There are a number of questions that you should be asking if you are considering working with a “designated agency” office. Just how independent can the two agents and their office manager (who acts as a “dual agent” for any issues that arise between the parties) be when working under the same roof. What is the nature of their relationship? Will your designated agent be willing and able to go to the mat on your behalf with office colleagues, his or her boss? Does the office have a policy of segregating seller and buyer files in locked cabinets and digital document programs? Are office conversations restricted between agents so personal confidences aren’t accidentally or casually revealed?
Just how trustful can anyone be that essential information will not be compromised. How would you even know if there was such a breach. “There is a lot of collusion that goes on behind the scenes during an in-house transaction,” explains Tom Wemett, a Massachusetts exclusive buyer broker and founding board member of NAEBA (Nation Assn. of Exclusive Buyer Agents), further calling “designated agency a deceptive practice.”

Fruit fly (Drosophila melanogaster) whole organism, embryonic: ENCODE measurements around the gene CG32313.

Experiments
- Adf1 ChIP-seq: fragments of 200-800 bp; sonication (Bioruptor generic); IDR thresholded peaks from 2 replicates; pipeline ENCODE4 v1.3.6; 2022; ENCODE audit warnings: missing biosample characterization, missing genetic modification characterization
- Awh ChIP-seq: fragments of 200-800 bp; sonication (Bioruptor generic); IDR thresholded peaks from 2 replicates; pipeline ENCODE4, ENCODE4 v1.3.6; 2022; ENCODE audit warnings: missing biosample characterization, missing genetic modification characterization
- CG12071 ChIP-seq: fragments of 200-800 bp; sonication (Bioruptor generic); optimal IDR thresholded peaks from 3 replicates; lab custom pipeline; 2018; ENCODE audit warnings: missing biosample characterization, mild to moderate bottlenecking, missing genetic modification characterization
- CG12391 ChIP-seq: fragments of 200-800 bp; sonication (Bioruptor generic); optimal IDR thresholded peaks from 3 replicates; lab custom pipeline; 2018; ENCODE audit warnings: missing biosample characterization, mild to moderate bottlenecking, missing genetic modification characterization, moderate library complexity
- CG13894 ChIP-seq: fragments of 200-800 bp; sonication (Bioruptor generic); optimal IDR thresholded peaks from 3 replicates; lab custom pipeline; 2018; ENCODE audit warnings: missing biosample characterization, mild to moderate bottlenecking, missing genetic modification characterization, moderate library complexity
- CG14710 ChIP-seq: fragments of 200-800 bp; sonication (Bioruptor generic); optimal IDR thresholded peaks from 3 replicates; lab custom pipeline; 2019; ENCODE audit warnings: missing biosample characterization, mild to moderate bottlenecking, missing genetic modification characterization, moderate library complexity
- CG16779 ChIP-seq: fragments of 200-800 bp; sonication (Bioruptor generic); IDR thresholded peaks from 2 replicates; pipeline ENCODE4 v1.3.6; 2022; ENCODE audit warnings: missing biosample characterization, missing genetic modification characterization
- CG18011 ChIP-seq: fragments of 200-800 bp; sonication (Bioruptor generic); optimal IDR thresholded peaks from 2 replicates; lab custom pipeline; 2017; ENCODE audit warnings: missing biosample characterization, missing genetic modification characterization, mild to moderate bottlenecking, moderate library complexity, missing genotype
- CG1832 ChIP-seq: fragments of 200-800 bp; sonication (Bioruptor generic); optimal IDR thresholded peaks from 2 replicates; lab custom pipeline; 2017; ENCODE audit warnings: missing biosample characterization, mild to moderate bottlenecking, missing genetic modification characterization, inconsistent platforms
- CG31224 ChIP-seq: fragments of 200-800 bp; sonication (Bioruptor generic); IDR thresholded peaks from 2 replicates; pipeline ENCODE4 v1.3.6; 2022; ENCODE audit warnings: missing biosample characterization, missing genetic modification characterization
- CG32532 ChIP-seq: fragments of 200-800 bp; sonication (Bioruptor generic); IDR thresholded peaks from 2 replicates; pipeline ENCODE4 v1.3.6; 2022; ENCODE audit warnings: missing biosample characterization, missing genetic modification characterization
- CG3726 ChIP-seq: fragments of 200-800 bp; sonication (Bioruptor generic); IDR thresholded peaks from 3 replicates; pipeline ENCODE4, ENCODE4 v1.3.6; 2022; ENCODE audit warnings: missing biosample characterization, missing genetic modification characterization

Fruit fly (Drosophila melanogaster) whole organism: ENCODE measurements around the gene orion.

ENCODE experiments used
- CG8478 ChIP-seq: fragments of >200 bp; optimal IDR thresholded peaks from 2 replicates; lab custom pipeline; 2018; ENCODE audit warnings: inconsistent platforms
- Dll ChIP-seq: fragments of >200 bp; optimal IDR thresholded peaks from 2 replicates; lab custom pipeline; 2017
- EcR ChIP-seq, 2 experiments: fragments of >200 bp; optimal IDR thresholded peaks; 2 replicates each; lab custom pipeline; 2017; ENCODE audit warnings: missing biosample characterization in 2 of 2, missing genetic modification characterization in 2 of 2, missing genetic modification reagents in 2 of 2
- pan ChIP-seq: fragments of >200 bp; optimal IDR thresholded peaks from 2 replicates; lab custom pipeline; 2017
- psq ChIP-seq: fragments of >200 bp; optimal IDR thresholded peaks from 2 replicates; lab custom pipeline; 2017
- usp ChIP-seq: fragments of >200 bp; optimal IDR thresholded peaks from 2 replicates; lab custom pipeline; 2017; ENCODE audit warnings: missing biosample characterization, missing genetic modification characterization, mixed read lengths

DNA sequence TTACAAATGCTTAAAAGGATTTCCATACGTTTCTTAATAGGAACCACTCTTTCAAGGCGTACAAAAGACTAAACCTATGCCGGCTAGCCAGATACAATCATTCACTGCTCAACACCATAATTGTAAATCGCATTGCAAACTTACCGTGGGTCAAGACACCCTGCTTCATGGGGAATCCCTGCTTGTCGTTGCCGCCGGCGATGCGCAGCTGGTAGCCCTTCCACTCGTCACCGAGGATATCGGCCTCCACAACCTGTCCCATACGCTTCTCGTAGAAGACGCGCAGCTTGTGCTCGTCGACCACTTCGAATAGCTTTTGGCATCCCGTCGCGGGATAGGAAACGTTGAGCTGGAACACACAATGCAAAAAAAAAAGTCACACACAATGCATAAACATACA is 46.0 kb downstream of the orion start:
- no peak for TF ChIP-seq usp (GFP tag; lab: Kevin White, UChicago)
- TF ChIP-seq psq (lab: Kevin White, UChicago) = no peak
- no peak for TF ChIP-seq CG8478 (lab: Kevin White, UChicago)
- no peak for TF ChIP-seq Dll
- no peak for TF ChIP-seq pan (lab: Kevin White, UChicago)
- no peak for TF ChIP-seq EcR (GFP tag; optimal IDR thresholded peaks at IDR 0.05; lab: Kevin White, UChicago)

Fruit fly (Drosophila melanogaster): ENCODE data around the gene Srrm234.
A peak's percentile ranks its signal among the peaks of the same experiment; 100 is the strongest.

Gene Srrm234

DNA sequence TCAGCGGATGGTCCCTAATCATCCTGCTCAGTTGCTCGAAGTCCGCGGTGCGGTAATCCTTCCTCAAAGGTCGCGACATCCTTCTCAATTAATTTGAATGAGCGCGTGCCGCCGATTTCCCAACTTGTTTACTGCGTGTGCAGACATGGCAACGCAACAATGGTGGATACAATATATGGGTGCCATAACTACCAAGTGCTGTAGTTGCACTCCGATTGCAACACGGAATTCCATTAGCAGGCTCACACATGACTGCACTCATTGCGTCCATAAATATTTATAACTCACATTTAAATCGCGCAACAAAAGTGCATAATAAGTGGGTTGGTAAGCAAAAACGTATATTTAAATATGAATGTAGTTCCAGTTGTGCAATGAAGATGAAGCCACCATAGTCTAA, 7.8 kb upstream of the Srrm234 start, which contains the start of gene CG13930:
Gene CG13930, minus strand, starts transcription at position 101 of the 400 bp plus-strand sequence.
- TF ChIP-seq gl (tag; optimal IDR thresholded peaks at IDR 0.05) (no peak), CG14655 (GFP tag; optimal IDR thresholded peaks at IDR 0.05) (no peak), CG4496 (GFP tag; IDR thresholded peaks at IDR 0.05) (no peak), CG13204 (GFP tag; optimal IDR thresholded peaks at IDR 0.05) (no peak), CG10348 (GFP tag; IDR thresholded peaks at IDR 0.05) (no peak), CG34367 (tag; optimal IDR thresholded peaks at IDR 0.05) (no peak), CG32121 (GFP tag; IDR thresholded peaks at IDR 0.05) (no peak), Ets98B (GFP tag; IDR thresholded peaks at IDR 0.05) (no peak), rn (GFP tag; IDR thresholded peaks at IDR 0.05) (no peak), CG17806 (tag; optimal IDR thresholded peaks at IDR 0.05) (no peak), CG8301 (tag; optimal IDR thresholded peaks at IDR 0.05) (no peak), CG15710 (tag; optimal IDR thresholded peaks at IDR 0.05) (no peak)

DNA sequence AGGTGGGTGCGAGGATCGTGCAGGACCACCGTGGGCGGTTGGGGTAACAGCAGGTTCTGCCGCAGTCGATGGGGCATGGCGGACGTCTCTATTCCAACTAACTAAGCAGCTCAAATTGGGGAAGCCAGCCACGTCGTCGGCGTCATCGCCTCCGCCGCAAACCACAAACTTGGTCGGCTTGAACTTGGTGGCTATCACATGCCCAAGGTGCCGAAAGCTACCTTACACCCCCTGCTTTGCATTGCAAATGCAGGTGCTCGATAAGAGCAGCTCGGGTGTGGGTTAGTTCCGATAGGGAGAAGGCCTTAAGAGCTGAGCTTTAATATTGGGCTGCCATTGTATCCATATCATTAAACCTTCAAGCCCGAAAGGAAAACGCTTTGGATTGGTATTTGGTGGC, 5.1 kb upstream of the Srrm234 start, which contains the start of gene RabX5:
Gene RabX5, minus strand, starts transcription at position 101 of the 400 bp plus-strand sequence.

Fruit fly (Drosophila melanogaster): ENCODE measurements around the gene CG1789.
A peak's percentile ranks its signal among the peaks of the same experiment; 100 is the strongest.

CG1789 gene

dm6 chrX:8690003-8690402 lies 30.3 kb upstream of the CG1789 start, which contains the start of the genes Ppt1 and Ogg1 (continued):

Moreover, the agent selected to represent you may not be your ideal choice. In any other context would you hire this assigned salesperson to be your advocate, trusted adviser, due diligence researcher–to negotiate knowledgeably, passionately on your behalf?
If you are interviewing a “designated agency” office these are at least concerns that you should raise with your agent as well as the owner or manager who implements office policy. Each individual office has their own established policy (or should have) for addressing these concerns. I suspect that with so much of a financial investment at stake that you would prefer to know that the entire real estate agency is working as a loyal fiduciary…….for your family alone.
In a nutshell, we recommend that you say “NO!” to Designated Agency, “NO WAY!!” to Dual Agency. Happy to meet for a no pressure, no obligation consultation!
For further information see the National Association of Exclusive Buyer Agents (https://naeba.org) or the Mass Association of Buyer Agents (https://massbuyeragents.org) websites.